These are photographs I took during and after the April 22nd wildfire that reduced most of the Council Bluffs riverfront between the Veterans Memorial Bridge (South Omaha Bridge) and the Western Historic Trails Center to smoldering stumps and vast fields of white ash, fueled by strong wind, dead vegetation, and fallen timber that had been killed years ago by flooding of the Missouri River. Of course, the trees that were still standing after the fire appeared to be mostly alive judging from their fine branches and intact bark (dead and dying trees lose these over time). Even so, most of the standing trees were charred, more so toward the ground than up high.
In hindsight, I realize the poor judgment I exercised by entering the area the morning after the fire had been mostly contained. But curiosity doesn’t kill every cat, so I kept hiking farther and farther into the smoking woods long after my better judgment gave up on me. What I found upon arriving was a scorched scene not unlike that of the Yellowstone geyser basins we visited years ago, the place that truly sparked my interest in photography. Except that the heat from the fire was, at times, overwhelming and seemed to radiate from inconspicuous places along the path—a bed of underground coals where once lay a system of roots over here, a patch of white ash concealing a massive bed of embers over there. Unlike Yellowstone, there was no raised boardwalk trail to guide one from harm’s way, and I realized after I should have how easily a weakened tree, guts still afire, could have fallen on me. Indeed, I heard several fall in the distance while I was taking these photographs, and another landed with a tremendous thud not 50 yards away from me just before I decided to leave.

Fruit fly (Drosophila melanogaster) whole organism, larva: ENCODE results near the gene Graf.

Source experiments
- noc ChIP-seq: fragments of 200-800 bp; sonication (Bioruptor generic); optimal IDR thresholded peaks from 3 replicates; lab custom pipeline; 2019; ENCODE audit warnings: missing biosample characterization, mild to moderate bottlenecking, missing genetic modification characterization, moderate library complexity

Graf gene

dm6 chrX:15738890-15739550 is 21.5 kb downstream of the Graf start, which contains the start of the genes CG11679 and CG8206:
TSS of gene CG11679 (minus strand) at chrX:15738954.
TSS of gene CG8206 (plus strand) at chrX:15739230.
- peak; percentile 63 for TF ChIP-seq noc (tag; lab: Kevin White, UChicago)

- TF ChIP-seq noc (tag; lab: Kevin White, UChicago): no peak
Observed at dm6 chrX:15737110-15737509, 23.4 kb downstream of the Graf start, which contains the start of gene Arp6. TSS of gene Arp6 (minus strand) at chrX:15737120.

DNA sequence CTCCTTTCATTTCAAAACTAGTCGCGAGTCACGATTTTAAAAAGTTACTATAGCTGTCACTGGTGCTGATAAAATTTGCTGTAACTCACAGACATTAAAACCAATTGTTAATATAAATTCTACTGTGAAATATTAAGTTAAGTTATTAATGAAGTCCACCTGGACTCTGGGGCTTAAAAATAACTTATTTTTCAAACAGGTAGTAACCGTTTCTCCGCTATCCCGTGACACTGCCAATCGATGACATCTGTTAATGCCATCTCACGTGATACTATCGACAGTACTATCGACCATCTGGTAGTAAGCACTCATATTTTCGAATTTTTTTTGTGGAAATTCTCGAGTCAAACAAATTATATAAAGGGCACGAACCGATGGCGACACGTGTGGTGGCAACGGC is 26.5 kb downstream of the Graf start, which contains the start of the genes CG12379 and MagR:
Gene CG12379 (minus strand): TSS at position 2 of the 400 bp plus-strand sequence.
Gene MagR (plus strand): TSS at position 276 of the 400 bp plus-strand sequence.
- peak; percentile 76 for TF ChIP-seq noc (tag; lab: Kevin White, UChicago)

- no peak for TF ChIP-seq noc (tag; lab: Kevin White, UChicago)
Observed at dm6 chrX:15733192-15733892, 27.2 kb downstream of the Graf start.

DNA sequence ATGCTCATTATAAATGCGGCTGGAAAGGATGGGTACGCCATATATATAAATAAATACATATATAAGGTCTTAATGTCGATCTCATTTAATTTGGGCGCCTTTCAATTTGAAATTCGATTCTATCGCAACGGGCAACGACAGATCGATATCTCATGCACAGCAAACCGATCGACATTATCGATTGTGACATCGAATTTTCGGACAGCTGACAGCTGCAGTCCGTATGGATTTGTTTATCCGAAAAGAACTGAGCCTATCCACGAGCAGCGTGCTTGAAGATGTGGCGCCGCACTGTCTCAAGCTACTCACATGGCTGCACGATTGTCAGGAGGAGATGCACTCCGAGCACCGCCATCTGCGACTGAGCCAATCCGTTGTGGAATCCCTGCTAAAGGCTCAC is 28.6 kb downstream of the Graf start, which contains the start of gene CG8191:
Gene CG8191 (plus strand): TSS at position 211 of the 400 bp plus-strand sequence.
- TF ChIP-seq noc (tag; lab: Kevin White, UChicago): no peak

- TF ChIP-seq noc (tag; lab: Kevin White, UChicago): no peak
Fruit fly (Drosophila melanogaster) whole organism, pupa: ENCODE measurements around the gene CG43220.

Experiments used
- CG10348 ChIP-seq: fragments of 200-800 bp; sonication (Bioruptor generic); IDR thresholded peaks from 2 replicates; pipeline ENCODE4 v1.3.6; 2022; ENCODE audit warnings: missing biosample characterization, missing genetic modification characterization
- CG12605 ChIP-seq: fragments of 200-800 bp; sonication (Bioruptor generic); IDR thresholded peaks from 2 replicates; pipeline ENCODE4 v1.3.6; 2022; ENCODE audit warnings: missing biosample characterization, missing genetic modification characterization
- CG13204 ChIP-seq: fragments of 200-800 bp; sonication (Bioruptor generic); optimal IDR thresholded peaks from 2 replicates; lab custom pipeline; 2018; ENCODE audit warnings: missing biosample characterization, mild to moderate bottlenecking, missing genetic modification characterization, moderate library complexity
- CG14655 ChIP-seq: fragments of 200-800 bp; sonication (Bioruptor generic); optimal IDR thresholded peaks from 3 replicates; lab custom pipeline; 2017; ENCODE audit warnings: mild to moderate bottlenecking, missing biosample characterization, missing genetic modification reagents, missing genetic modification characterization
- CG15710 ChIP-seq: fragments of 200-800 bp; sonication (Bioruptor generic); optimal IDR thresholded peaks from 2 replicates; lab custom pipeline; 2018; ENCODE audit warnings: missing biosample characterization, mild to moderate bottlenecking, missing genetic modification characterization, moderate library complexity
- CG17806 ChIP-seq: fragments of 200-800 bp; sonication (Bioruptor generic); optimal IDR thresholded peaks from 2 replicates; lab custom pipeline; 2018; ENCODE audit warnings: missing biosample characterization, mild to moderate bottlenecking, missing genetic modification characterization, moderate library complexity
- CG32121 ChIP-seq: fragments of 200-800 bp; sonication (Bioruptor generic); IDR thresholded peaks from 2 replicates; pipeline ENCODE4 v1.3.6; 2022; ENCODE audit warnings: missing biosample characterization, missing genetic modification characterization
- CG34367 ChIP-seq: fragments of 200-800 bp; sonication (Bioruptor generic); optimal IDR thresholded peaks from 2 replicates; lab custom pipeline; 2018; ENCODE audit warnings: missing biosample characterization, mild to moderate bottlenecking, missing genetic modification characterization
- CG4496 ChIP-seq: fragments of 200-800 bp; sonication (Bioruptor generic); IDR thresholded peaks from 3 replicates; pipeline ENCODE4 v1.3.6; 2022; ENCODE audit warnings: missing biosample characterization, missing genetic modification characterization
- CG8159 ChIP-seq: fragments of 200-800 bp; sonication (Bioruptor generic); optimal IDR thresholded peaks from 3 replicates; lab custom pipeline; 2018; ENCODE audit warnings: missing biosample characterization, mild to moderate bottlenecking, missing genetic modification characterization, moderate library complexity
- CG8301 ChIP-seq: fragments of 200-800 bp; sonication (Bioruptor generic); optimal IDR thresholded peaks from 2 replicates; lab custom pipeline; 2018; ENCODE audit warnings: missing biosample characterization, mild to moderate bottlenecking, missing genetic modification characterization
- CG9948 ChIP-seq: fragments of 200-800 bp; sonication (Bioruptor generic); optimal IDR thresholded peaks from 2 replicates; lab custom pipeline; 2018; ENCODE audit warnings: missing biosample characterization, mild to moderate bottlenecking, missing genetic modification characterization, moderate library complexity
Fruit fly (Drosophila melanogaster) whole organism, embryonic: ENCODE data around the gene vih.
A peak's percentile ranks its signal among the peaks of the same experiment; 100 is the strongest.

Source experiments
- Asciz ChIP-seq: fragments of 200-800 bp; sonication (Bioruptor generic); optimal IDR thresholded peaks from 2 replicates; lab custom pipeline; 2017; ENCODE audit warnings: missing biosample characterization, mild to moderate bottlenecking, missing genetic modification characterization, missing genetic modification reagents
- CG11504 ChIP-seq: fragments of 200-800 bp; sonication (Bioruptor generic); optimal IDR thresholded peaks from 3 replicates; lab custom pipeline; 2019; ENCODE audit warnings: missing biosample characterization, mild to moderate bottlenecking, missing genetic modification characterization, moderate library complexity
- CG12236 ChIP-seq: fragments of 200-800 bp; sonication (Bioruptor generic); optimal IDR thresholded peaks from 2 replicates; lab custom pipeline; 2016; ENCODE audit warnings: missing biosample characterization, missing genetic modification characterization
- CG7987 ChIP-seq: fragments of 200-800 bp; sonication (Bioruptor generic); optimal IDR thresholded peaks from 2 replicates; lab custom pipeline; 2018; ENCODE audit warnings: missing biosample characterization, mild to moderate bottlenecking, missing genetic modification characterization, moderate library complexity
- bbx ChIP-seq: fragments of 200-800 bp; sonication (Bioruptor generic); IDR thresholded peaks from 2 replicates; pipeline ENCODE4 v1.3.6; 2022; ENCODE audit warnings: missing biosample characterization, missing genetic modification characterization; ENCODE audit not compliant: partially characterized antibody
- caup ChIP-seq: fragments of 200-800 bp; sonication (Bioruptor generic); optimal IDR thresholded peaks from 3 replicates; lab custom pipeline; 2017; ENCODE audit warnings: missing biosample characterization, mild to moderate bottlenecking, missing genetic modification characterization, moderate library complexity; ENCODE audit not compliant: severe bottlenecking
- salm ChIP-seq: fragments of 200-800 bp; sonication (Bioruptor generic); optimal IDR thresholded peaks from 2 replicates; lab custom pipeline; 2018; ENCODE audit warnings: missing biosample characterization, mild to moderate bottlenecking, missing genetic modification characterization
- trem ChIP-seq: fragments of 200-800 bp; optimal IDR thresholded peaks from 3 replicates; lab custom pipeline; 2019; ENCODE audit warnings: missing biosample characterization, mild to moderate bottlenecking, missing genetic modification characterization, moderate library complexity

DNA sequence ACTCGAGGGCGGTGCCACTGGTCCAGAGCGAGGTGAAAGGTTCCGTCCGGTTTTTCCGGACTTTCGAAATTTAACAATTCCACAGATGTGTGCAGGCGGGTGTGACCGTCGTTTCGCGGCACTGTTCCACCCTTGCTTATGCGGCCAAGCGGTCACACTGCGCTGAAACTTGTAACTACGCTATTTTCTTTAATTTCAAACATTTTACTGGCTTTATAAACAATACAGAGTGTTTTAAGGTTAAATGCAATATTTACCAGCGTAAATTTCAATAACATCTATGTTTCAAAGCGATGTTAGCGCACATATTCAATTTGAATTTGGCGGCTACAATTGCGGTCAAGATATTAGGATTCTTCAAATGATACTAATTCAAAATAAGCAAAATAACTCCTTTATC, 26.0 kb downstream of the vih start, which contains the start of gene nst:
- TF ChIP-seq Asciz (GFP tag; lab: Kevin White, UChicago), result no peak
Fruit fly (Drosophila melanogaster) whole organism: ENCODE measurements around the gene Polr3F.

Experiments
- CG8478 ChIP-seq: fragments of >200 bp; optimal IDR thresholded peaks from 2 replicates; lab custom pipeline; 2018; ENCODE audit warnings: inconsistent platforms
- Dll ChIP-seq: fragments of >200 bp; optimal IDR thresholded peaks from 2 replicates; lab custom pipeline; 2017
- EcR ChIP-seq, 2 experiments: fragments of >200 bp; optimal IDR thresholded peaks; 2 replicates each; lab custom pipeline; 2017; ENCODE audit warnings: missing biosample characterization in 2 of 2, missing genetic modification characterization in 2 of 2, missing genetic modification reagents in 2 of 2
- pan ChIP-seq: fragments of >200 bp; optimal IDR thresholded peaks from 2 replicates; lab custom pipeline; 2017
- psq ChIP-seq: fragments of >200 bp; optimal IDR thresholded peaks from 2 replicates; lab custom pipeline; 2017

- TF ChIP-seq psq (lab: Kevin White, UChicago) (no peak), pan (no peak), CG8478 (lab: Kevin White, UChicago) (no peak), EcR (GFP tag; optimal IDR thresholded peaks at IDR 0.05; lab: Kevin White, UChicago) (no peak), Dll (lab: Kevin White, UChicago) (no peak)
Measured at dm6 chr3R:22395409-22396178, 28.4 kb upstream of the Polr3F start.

In these photographs, what looks like fog is smoke, smoke so dense that it made my eyes water continuously. When the wind died down, it was stifling, and when the wind picked up again, it was nearly unbearable until it had a chance to thin out. As of this writing, eleven days later, I can still smell the smoke on my camera and all the clothes I wore that morning, even though they’ve all been through the laundry.
I ask one favor before I go. If you have the means, please view these on a screen larger than a cell phone, at least the panoramas. Each was assembled from multiple frames and could be printed large enough to be a mural, so the thought of it appearing as a thin slice of pixels across a 5-inch screen is depressing.
And if you know anybody who might find these photographs interesting, please share them.